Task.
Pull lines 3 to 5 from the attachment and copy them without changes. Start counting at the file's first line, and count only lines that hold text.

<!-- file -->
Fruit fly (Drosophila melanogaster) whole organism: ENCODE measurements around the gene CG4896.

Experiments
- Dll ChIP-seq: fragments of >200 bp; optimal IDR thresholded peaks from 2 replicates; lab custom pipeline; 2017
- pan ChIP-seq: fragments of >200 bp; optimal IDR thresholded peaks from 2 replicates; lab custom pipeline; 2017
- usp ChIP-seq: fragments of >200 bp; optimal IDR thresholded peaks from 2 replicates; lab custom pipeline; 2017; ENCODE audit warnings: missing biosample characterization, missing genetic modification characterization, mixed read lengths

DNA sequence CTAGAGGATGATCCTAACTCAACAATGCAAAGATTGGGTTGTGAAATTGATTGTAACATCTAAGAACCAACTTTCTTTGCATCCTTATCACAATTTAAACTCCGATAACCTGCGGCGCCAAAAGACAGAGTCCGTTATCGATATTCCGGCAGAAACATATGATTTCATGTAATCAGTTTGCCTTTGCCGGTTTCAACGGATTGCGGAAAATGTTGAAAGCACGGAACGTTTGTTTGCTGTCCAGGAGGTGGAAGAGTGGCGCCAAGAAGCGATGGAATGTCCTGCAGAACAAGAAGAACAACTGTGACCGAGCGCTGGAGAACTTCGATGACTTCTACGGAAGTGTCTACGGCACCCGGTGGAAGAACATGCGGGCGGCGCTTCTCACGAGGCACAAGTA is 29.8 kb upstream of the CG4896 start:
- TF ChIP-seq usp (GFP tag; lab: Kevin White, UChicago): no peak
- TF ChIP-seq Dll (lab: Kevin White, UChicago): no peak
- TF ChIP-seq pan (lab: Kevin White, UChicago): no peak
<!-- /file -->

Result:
- Dll ChIP-seq: fragments of >200 bp; optimal IDR thresholded peaks from 2 replicates; lab custom pipeline; 2017
- pan ChIP-seq: fragments of >200 bp; optimal IDR thresholded peaks from 2 replicates; lab custom pipeline; 2017
- usp ChIP-seq: fragments of >200 bp; optimal IDR thresholded peaks from 2 replicates; lab custom pipeline; 2017; ENCODE audit warnings: missing biosample characterization, missing genetic modification characterization, mixed read lengths